Experts say old television frequencies should be used to set up huge WiFi network, boosting internet access and productivity.

Old television frequencies are becoming increasingly available for new uses around the world, as nations switch from analogue to digital transmission.

Many countries (including Australia) have plans to sell the old bandwidth to mobile phone providers, but scientists from the Karlsruhe Institute of Technology (KIT) in Germany say that would be a missed opportunity.

They are pitching the idea of “Super WiFi”; a network that is broadcast at television frequencies, which are much lower than those of wireless local area networks (WLAN), which use frequencies of about 2GHz.

Lower frequencies and high-power transmitters mean the WiFi signals could travel much further – several kilometres radius from the tower.

This is a vast improvement on the standard home or business router, and brings with it the possibility of cheap, nationwide WiFi connectivity.

History has shown that when faster communications infrastructure is introduced, then come the new uses and benefits. 

In this case, there are a number of foreseeable improvements to health, education, government services and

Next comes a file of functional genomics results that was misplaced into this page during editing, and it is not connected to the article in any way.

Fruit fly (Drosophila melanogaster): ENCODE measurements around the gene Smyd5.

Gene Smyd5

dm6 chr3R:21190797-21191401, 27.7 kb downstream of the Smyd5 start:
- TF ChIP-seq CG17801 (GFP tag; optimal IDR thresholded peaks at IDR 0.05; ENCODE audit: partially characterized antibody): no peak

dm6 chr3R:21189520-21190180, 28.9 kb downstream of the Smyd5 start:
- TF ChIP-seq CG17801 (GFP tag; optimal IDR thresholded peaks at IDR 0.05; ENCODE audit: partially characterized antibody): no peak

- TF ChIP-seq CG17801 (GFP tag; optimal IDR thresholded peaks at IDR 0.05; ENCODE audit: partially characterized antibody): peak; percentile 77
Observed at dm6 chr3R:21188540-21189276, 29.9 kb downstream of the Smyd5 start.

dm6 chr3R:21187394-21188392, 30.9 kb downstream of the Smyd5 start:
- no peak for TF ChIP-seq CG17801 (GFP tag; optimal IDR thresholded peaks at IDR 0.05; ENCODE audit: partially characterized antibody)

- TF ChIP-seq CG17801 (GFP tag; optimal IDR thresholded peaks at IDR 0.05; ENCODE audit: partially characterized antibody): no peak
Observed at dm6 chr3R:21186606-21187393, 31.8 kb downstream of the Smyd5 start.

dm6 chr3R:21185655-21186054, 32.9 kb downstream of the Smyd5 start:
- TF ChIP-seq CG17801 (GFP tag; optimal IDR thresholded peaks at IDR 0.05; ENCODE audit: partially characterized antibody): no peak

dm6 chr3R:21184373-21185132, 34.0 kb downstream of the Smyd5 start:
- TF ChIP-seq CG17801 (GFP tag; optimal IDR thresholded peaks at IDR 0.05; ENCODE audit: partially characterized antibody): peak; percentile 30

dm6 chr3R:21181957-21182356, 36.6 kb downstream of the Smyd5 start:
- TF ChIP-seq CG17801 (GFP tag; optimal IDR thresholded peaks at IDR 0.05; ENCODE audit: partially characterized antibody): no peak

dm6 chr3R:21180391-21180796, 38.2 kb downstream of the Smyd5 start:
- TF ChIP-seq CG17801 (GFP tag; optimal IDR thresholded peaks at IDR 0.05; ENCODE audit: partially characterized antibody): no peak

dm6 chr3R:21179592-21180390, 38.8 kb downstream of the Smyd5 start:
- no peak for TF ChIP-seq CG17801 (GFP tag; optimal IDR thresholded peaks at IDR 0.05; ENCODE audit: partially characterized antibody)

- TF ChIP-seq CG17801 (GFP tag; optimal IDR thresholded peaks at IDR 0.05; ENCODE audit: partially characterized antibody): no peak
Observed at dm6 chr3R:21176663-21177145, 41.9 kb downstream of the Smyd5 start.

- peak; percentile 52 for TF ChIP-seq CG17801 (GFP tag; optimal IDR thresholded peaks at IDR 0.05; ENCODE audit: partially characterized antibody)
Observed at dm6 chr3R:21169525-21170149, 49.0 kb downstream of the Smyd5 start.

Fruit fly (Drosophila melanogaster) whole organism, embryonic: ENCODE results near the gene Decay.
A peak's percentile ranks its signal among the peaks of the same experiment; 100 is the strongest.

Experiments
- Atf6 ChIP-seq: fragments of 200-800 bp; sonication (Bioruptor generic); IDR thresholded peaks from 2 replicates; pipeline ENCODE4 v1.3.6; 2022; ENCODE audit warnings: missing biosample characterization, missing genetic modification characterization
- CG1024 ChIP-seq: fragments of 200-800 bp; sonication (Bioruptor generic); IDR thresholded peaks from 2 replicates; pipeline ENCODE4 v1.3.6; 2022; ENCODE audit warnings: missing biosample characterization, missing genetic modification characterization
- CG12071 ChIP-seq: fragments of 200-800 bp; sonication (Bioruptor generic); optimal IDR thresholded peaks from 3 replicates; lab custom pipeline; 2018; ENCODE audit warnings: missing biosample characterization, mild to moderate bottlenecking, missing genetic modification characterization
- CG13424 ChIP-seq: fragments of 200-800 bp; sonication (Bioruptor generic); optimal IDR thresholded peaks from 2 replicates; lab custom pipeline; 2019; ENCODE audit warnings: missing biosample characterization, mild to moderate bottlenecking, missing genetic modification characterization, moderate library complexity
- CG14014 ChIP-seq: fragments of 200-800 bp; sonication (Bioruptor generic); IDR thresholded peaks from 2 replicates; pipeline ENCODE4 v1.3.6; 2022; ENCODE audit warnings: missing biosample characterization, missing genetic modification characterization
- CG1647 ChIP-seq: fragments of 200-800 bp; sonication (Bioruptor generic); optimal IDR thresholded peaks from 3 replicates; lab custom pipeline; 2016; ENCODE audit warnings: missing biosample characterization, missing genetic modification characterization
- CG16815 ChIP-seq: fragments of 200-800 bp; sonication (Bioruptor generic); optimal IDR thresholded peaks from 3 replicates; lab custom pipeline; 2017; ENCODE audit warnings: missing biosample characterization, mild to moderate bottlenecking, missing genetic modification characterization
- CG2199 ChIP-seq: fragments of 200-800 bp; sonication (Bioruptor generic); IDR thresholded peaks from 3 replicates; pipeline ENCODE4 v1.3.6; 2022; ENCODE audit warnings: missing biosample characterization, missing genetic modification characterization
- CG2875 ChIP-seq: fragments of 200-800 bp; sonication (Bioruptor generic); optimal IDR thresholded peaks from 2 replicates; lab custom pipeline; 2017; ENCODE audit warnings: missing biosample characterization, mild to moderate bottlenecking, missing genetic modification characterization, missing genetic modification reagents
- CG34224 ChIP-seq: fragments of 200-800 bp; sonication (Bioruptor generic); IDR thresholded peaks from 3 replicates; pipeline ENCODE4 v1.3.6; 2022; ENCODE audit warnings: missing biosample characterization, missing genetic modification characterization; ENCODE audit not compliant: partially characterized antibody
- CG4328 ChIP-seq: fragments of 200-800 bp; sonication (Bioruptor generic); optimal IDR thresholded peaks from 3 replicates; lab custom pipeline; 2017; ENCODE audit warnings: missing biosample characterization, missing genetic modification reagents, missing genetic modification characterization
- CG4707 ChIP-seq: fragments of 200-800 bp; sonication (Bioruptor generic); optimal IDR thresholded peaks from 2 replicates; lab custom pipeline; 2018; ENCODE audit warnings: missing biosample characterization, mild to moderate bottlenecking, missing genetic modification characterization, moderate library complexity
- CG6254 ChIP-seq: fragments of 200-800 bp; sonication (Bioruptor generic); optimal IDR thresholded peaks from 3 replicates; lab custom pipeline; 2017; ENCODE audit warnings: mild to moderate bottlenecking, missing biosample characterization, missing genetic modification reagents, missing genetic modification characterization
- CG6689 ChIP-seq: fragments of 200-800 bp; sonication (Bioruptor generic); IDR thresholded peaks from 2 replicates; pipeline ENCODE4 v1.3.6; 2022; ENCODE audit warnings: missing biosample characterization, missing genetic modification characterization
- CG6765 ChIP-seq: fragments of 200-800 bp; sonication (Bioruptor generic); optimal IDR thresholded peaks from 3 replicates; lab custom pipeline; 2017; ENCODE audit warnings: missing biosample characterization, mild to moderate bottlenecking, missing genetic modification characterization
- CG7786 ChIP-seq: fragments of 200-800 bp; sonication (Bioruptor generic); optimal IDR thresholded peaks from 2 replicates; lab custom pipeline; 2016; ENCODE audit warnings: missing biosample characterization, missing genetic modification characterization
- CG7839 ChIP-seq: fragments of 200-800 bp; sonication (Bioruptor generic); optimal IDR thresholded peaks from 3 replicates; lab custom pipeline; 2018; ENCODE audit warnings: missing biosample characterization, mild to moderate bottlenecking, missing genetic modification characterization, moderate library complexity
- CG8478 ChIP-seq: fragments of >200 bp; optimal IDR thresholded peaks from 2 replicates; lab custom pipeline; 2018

“Implementation of our approach would have far-reaching consequences,” said Arnd Weber of the Institute for Technology Assessment and Systems Analysis (ITAS) at KIT.

“Individuals, institutions and companies would be far less dependent on expensive mobile communications networks in conducting their digital communication. This would also be of great economic benefit.”

Given that the broadcast hardware already exists, as does WiFi, the biggest challenge of the idea could be dealing with the threat to traditional mobile and television providers.

The Australian Government is sitting on an estimated $1 billion worth of old frequencies that it plans to sell to telcos like Telstra and Optus so they can use them for new mobile services.

In fact, Telstra launched its ‘4GX’ service in Melbourne this week; a 700 MHz 4G network built on an old analogue TV signal spectrum.

Also in favour of telcos, Communications Minister Malcolm Turnbull recently put forward some plans to free up even more wireless capacity for mobile phone services.

The Minister is looking to revise the current restrictions to create an “open market” for wireless spectrum, allowing the federal government to auction the assets more freely.

There are of course technical challenges, with some claiming that the congestion caused by WiFi traffic would make these lower frequency networks unworkable, but Dr Weber and his colleagues say this could be avoided with good planning and the right technological approach.

Researchers Dr Weber and Dr Elsner will further their case at the UN World Radiocommunication Conference next year, but the idea will still have to be convincing enough for governments to see the long-term economic benefits against the short-term financial gains of an auction.